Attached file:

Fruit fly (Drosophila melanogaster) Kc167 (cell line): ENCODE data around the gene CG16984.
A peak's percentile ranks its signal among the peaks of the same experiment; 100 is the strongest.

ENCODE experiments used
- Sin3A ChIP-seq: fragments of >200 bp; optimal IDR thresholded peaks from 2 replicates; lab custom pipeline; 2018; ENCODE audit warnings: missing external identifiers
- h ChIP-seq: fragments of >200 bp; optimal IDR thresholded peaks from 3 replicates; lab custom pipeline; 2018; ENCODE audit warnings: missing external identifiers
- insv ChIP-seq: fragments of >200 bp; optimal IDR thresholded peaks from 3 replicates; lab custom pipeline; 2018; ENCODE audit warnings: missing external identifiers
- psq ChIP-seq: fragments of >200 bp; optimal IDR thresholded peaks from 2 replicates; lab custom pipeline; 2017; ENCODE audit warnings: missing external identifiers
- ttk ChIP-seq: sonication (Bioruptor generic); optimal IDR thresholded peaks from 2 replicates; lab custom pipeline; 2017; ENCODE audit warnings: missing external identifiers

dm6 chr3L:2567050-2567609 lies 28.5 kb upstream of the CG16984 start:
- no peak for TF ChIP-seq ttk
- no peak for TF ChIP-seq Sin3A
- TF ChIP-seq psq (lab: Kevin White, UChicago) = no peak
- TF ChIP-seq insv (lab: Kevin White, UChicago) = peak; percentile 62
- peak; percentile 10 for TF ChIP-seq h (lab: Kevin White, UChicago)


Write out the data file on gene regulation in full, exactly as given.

Fruit fly (Drosophila melanogaster) Kc167 (cell line): ENCODE data around the gene CG16984.
A peak's percentile ranks its signal among the peaks of the same experiment; 100 is the strongest.

ENCODE experiments used
- Sin3A ChIP-seq: fragments of >200 bp; optimal IDR thresholded peaks from 2 replicates; lab custom pipeline; 2018; ENCODE audit warnings: missing external identifiers
- h ChIP-seq: fragments of >200 bp; optimal IDR thresholded peaks from 3 replicates; lab custom pipeline; 2018; ENCODE audit warnings: missing external identifiers
- insv ChIP-seq: fragments of >200 bp; optimal IDR thresholded peaks from 3 replicates; lab custom pipeline; 2018; ENCODE audit warnings: missing external identifiers
- psq ChIP-seq: fragments of >200 bp; optimal IDR thresholded peaks from 2 replicates; lab custom pipeline; 2017; ENCODE audit warnings: missing external identifiers
- ttk ChIP-seq: sonication (Bioruptor generic); optimal IDR thresholded peaks from 2 replicates; lab custom pipeline; 2017; ENCODE audit warnings: missing external identifiers

dm6 chr3L:2567050-2567609 lies 28.5 kb upstream of the CG16984 start:
- no peak for TF ChIP-seq ttk
- no peak for TF ChIP-seq Sin3A
- TF ChIP-seq psq (lab: Kevin White, UChicago) = no peak
- TF ChIP-seq insv (lab: Kevin White, UChicago) = peak; percentile 62
- peak; percentile 10 for TF ChIP-seq h (lab: Kevin White, UChicago)